Among those authors who have been most fatalistic about the Anthropocene, pessimistic scenarios seem to apply equally to everyone, everywhere. But as any resident of Mumbai or São Paulo will tell you, conditions are already catastrophic, with dangerous levels of air pollution and extreme heat. Among the areas projected to suffer most from rise in sea level by 2050, the vast majority are in the global south. Sure, New York and London and Amsterdam are also threatened, but they are part of societies with vastly greater economic and political resources. For residents of the global north, the effects of climate change have been—and will likely continue to be—more incremental. As the Anthropocene critic Jedediah Purdy puts it, “For all the talk of crisis that swirls around the Anthropocene, it is unlikely that a changing Earth will feel catastrophic or apocalyptic. … Indeed, the Anthropocene will be like today, only more so.” The sense of urgency, then, for immediate solutions to these problems is hardly distributed equally among those likely to be affected.
This concern applies to potential solutions as well. A variety of proposals have been floated, ranging from fairly uncontroversial steps like carbon neutrality and green architecture to the more fantastical, including broad geoengineering initiatives like carbon sequestration and giant orbital mirrors to block sunlight—and even colonies on Mars or elsewhere to escape this planet. These proposals raise the obvious concern about unintended consequences: We simply have no idea what cascading environmental effects such interventions may have, nor have most of these technologies even been invented. They also carry the hubristic sentiments present in the initial Anthropocene proposal (Crutzen and other central proponents have advocated these steps from the start) to a potentially frightening level. Blithely arguing that what technology has broken can be fixed by more technology seems dangerously oblivious to what got us into this mess in the first place.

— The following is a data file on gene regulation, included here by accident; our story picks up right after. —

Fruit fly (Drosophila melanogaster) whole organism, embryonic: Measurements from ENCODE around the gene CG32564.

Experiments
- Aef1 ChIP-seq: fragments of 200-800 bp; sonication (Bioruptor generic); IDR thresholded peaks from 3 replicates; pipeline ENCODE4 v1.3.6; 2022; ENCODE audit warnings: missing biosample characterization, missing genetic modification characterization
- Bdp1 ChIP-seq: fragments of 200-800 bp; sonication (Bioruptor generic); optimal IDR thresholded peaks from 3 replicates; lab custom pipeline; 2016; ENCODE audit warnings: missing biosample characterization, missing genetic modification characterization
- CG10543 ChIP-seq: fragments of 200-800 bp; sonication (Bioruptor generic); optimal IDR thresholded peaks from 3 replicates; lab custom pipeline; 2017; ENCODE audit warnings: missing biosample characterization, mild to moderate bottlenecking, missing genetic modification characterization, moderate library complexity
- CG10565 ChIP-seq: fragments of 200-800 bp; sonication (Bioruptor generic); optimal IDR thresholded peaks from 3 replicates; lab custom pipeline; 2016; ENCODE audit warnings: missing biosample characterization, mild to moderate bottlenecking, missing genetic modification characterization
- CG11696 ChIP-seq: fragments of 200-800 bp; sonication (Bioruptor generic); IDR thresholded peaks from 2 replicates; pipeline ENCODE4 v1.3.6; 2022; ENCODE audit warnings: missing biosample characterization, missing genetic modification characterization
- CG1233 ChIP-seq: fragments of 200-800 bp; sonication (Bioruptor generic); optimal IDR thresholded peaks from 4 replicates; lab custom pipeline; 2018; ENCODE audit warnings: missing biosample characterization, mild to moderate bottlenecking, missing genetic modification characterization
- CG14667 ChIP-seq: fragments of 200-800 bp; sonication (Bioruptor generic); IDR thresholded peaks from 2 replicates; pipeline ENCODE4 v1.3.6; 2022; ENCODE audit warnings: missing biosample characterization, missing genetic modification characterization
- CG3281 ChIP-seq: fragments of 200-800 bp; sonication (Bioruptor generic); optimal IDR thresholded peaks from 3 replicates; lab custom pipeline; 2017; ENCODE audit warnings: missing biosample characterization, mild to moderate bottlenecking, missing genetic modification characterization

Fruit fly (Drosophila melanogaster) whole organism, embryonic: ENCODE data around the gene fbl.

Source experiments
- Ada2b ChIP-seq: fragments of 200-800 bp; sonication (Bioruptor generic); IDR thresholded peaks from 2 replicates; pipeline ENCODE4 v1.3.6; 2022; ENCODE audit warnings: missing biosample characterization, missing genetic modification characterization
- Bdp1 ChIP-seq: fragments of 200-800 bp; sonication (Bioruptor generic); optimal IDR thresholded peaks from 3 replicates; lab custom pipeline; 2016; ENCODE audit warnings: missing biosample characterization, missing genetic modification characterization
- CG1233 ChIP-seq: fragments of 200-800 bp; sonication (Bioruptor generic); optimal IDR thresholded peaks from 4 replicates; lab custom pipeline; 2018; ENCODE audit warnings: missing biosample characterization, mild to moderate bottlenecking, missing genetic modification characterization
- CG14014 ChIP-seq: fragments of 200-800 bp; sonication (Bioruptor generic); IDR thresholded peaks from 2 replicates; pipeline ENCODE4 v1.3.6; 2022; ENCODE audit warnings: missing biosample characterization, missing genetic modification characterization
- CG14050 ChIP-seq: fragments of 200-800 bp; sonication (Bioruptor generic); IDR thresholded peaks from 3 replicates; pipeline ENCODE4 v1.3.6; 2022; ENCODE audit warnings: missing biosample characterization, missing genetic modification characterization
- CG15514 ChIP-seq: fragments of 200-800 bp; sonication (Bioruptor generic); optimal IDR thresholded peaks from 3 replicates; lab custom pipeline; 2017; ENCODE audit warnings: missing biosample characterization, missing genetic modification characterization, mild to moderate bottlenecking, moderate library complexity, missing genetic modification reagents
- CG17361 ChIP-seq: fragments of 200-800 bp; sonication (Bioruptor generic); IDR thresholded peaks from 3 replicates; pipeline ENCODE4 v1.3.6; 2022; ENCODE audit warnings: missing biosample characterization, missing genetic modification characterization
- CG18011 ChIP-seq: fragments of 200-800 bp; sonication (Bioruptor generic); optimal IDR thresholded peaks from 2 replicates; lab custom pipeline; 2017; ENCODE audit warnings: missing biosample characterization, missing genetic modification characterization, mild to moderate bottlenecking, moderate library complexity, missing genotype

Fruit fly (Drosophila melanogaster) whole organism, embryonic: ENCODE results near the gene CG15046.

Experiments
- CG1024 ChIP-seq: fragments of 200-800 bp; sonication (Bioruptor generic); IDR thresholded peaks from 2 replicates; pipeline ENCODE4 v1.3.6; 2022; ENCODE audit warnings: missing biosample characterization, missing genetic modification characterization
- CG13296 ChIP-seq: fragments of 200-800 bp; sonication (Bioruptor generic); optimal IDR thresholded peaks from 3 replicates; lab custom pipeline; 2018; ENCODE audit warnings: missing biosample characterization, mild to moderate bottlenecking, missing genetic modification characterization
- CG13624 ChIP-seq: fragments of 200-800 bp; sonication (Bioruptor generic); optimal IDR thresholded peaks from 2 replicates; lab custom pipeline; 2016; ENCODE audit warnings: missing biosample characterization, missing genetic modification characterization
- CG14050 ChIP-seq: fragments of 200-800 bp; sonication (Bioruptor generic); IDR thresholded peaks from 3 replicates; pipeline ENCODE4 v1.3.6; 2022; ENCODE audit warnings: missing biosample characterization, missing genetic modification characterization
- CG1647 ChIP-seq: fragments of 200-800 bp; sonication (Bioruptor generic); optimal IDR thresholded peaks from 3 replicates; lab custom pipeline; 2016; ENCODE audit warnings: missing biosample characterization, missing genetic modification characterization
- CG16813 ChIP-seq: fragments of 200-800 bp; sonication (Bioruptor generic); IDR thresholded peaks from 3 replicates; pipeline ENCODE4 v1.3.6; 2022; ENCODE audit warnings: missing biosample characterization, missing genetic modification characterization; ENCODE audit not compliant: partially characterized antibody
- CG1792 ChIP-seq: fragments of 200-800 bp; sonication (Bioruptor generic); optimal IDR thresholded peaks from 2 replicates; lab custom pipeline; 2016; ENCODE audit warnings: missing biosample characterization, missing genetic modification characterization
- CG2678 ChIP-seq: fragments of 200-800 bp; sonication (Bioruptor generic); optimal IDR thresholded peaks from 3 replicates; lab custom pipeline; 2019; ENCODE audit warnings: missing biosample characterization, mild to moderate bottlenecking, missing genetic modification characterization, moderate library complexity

And such steps simply underscore the inequalities that are already growing exponentially today. The vast sums of money and resources required to carry out these fanciful initiatives are clearly possible only for the richest and most developed economies—those societies that have already benefited from decades and centuries of unchecked industrialization, by the way. What guarantee do we have that those societies that pay for these solutions wouldn’t expect to benefit most from them or be particularly concerned about collateral damage to the economies and environments of societies that can’t? Again, Purdy sounds a necessary warning here, predicting that the “disasters of the Anthropocene in our near future will seem to confirm the rich countries’ resilience, flexibility, entrepreneurial capacity, and that everlasting mark of being touched by the gods, good luck, [while] amplifying existing inequality.”
To be clear, global society does face potentially catastrophic risks from anthropogenic climate change and other threats. We must act to address these problems, and we must act now. We must focus on the parts of the globe where human suffering is already extreme. But however you look at it—as a geological proposal, as a cultural touchstone, or as a set of policy solutions—the Anthropocene is overrated. It may even be dangerous.
David Sepkoski is a professor of history at the University of Illinois at Urbana-Champaign.